The little girl stood outside the church dressed in a green velvet gown, and carrying a white furry muff to keep her hands warm. On her feet she wore white boots. Long blonde hair showed beneath a fluffy white hat. A warm red cape covered her shoulders.
She was hesitant about walking up the steps to go inside the church. She knew her father was there with his family. She had never met him. He had left her mother many years ago, not wanting to be a father when he found out that he was about to become one.
Janey had nobody now. This morning, when she awoke, she found her mother lying on the kitchen floor and she wasn't breathing. She had dialed 911 and an emergency crew had come and taken her mother away. One of the men had asked Janey if she had someone with whom she could stay. Janey had heard the horror stories of foster homes so she had lied and said yes.
After they left, Janey got dressed in the clothes her mother had bought for her at a thrift store so she would have something festive to wear for the holidays. She carefully combed her hair, and then she went to confront her father.
Now she was afraid. Inside the church, she realized he would be sitting with his wife and Janey's younger half-brother and half-sister. She wondered if he would accept her into his life or turn her away. As she hesitated, a kind woman came along and took her hand and led her into
Janey recognized her father from an old picture her mother had kept on the bedroom bureau. There was an empty space on the pew where his family was seated. She cautiously headed in that direction and sat down.
During the church service she kept glancing at the man, wondering how she should bring up the subject of her prediciment. When the service ended and her father's family got up to leave, she followed them out to the refreshment table. She approached her father and smiled at him.
He smiled back, not knowing he was smiling at his daughter.
"I need to speak to you," she told him.
"What is it you need little girl?"
"Please, could we talk alone for a moment?"
"Well, I am with my family. You are welcome to sit with us and discuss whatever you think you want to talk about."
"But sir, I am your family too."
An expression came to his face that made her think he had noticed the resemblence to someone from his past. "Are you Janey?" he asked.
"Where is your mother?"
"The ambulance took her away this morning. She won't be coming home." Tears began to roll down Janey's cheeks.
"Janey, can you go to your grandparents' home?"
"No sir, they both are gone. I have nobody."
The man was nervous. How could he explain this pretty little girl to his wife and children? But he had grown up a lot over the years, and he knew he could not abandon her as he had done some years back. He invited her to come home with his family so they could sit together while he explained the situation.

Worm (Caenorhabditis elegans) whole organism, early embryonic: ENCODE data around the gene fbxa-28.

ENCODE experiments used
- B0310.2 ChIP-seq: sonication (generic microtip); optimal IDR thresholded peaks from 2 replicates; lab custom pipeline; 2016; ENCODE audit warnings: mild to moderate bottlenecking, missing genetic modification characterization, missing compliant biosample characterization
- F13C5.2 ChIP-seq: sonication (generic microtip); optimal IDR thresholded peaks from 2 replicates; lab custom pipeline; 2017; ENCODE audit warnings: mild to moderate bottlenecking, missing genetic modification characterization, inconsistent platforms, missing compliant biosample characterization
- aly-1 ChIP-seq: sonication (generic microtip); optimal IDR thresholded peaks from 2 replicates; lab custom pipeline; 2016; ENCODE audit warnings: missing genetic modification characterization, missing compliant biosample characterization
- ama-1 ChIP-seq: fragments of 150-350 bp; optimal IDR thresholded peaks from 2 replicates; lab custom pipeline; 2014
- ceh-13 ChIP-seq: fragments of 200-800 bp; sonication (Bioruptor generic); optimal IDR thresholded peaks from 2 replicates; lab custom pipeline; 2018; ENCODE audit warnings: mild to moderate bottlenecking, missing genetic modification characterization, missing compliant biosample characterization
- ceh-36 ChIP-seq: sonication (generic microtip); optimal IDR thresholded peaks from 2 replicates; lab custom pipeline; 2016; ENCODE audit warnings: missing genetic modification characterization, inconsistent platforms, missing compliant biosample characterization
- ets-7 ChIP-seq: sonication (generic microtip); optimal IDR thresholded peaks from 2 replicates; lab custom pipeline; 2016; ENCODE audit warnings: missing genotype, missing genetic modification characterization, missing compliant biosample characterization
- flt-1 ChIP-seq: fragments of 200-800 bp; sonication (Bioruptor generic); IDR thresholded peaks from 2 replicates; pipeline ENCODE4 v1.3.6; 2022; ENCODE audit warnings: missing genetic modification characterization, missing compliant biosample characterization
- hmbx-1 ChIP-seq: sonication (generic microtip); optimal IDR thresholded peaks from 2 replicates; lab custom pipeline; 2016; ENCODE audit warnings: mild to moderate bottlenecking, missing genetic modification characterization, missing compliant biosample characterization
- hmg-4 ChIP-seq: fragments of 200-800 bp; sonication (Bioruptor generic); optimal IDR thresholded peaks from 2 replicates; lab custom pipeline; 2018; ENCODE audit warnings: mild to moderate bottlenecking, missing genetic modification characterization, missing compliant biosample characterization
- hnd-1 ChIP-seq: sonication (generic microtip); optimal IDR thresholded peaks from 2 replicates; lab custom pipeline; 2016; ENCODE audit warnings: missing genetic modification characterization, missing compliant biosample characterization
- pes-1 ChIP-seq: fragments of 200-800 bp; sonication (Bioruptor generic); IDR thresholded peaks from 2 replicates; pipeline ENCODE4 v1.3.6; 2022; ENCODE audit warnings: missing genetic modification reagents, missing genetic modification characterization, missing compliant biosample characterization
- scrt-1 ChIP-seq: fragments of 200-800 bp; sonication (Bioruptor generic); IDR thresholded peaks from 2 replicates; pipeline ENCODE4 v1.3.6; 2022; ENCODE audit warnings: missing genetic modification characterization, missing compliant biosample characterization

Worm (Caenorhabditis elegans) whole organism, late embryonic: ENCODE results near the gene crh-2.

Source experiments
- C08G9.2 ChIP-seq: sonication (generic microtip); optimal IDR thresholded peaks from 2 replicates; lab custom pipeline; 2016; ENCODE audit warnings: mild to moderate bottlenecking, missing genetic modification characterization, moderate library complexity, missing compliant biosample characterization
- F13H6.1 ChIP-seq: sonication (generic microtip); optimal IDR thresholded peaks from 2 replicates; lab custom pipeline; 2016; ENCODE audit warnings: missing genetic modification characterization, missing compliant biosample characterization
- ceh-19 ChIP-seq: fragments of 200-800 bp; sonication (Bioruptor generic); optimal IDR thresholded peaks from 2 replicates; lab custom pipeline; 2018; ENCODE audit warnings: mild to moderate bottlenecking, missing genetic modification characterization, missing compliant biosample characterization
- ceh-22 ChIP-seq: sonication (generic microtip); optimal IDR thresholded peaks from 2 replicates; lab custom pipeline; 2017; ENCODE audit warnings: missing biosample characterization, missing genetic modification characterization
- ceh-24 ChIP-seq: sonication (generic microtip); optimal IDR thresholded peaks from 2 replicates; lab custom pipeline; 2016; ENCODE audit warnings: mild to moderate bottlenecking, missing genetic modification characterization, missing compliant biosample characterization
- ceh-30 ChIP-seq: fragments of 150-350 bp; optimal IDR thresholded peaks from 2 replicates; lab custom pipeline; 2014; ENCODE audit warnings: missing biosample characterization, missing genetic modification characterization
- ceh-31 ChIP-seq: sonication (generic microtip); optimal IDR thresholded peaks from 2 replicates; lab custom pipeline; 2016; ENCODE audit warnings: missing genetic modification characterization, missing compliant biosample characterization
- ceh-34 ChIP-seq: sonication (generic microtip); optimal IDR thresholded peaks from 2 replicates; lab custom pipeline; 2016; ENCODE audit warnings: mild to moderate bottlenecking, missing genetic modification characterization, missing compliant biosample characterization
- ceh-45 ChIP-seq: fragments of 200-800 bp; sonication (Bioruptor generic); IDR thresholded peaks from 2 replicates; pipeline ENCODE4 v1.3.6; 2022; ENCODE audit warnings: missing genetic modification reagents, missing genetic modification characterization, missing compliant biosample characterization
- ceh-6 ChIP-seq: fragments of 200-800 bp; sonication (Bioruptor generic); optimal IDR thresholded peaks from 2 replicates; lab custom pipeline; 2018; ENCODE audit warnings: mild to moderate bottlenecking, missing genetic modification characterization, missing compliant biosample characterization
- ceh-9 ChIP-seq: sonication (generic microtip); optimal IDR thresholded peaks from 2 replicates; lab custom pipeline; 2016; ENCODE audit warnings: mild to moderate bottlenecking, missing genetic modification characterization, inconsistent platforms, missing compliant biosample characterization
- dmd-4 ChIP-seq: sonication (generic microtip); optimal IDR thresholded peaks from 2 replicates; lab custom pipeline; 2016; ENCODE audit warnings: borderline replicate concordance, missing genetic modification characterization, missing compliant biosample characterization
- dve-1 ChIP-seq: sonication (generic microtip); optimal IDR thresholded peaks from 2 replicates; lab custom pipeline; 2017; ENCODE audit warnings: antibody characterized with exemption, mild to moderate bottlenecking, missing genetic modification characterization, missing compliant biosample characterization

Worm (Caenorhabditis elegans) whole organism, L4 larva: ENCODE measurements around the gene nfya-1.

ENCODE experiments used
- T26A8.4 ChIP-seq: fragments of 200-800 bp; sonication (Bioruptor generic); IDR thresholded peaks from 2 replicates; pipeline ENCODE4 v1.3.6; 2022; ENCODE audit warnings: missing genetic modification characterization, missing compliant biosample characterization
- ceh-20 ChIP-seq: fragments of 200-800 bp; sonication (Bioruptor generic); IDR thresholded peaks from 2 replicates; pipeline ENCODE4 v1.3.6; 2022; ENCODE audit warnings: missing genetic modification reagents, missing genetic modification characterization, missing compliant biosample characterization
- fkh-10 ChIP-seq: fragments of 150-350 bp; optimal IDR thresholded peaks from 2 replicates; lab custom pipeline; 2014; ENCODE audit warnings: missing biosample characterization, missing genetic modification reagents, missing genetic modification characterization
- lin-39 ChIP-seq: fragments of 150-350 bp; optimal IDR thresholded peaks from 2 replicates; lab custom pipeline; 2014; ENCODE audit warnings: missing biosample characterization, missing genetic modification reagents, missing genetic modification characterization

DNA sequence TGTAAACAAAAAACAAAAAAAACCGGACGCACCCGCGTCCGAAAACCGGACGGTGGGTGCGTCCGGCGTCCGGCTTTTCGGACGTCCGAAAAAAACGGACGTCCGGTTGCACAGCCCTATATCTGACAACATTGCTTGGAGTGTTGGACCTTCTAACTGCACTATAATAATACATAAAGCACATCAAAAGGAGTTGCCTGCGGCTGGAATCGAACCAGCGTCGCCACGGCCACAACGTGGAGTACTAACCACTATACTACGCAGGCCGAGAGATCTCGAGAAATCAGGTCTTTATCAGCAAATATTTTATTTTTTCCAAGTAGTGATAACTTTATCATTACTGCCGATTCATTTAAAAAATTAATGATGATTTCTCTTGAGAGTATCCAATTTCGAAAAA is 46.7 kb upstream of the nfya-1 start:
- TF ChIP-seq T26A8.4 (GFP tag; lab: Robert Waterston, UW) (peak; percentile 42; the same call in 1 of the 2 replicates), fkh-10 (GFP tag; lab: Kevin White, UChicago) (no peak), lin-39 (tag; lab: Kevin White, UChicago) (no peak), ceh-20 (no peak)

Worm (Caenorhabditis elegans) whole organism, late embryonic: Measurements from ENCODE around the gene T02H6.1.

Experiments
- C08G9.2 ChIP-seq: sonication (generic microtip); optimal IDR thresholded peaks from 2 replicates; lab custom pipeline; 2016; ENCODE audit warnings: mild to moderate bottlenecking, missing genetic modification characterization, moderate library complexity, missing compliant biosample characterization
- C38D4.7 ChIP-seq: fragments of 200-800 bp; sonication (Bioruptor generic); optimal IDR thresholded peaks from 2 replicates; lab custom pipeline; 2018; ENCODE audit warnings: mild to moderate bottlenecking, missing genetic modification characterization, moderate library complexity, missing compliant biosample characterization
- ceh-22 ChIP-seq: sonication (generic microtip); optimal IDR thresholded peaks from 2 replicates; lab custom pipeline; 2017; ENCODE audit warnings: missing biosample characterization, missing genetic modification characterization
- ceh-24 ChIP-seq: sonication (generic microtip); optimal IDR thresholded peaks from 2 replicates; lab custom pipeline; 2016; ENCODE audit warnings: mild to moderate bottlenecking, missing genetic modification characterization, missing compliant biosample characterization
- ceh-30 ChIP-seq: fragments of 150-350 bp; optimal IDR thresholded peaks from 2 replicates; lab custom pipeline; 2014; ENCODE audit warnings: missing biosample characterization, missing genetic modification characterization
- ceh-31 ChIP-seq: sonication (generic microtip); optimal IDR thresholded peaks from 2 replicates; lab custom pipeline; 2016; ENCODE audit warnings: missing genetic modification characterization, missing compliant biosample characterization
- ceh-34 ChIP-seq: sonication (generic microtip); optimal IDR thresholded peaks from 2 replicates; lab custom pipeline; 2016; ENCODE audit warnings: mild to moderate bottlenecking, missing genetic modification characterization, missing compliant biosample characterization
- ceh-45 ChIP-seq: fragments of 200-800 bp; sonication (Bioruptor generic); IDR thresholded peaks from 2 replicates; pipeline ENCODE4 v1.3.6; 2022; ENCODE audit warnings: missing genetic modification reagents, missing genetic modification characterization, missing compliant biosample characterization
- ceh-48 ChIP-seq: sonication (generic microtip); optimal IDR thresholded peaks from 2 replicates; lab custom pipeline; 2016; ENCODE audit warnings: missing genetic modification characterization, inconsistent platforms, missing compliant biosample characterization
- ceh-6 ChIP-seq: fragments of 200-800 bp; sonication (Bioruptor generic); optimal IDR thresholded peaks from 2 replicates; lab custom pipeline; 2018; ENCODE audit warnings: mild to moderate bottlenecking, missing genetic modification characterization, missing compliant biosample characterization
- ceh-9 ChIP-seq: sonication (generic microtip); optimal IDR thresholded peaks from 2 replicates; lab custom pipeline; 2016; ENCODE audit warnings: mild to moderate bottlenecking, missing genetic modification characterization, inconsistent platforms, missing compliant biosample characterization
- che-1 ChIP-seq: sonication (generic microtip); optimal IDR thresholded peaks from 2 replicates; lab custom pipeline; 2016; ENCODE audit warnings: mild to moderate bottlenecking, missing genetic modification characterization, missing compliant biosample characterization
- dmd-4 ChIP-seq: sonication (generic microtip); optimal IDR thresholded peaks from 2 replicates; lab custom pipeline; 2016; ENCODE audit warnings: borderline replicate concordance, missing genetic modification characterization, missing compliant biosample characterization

His children were excited to have a big sister. His wife was somewhat reticient. This was quite a large secret he had kept from her, and she wasn't at all sure she wanted another child to take care of.
Janey could see that she might not be accepted and started to cry again. It looked like she would have to go to a foster home afterall. She got up to leave. But she was far from her apartment and noone would be there, she reasoned.
Her father stopped her. He looked at his wife and told her that he was bringing Janey there to live, and that she, his wife, would just have to accept the situation.
His wife reluctantly relented.
Janey and her father drove back to the small shabby apartment that she and her mother had shared for so many years. She cried when she realized she would never see her mother again, but she gathered up her toys and clothes and put them in plastic grocery bags.
Janey's father made arrangements with the apartment manager to send the rest of Janey's things to the Salvation Army, and after that, Janey and her father drove back to his house.
Janey was given a cot in the den to sleep on because there weren't any spare bedrooms.
Janey vowed, in her ten year old way, to make herself useful and not be a burden to her stepmother. She helped with the dishes, she helped to clean house, and whatever else needed to be done.
Christmas Day, Janey awoke to find the family gathered in the living room around the Christmas tree. She had no presents for anyone, but there was a present for her. A shiny new bike with a red bow! She had never had such a splendid present.
After the holiday break, Janey's father registered her at the neighborhood school. It wasn't long until Janey had new friends. Her stepmother began to realize what a help Janey was with the chores and with the other children. Janey was not a burden; Janey was an asset.
© Sharon (Sunyskys1943@aol.com)